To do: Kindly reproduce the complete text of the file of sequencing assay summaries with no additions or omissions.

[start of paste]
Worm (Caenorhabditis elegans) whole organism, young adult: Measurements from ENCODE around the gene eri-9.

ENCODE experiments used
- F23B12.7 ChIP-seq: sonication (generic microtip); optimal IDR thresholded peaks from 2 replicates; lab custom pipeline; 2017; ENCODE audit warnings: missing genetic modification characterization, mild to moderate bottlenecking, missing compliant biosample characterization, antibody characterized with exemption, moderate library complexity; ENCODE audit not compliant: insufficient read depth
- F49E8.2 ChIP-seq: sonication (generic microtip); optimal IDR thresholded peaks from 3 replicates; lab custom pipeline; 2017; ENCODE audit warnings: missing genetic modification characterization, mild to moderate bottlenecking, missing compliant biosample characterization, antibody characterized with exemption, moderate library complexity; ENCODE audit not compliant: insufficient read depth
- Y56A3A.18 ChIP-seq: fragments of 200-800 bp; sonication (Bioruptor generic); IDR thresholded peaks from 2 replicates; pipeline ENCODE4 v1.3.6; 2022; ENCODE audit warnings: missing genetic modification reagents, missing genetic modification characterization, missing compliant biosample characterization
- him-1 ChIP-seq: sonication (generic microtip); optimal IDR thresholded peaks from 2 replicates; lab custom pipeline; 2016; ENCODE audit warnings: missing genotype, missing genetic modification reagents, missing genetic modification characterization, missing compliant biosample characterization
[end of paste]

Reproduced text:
Worm (Caenorhabditis elegans) whole organism, young adult: Measurements from ENCODE around the gene eri-9.

ENCODE experiments used
- F23B12.7 ChIP-seq: sonication (generic microtip); optimal IDR thresholded peaks from 2 replicates; lab custom pipeline; 2017; ENCODE audit warnings: missing genetic modification characterization, mild to moderate bottlenecking, missing compliant biosample characterization, antibody characterized with exemption, moderate library complexity; ENCODE audit not compliant: insufficient read depth
- F49E8.2 ChIP-seq: sonication (generic microtip); optimal IDR thresholded peaks from 3 replicates; lab custom pipeline; 2017; ENCODE audit warnings: missing genetic modification characterization, mild to moderate bottlenecking, missing compliant biosample characterization, antibody characterized with exemption, moderate library complexity; ENCODE audit not compliant: insufficient read depth
- Y56A3A.18 ChIP-seq: fragments of 200-800 bp; sonication (Bioruptor generic); IDR thresholded peaks from 2 replicates; pipeline ENCODE4 v1.3.6; 2022; ENCODE audit warnings: missing genetic modification reagents, missing genetic modification characterization, missing compliant biosample characterization
- him-1 ChIP-seq: sonication (generic microtip); optimal IDR thresholded peaks from 2 replicates; lab custom pipeline; 2016; ENCODE audit warnings: missing genotype, missing genetic modification reagents, missing genetic modification characterization, missing compliant biosample characterization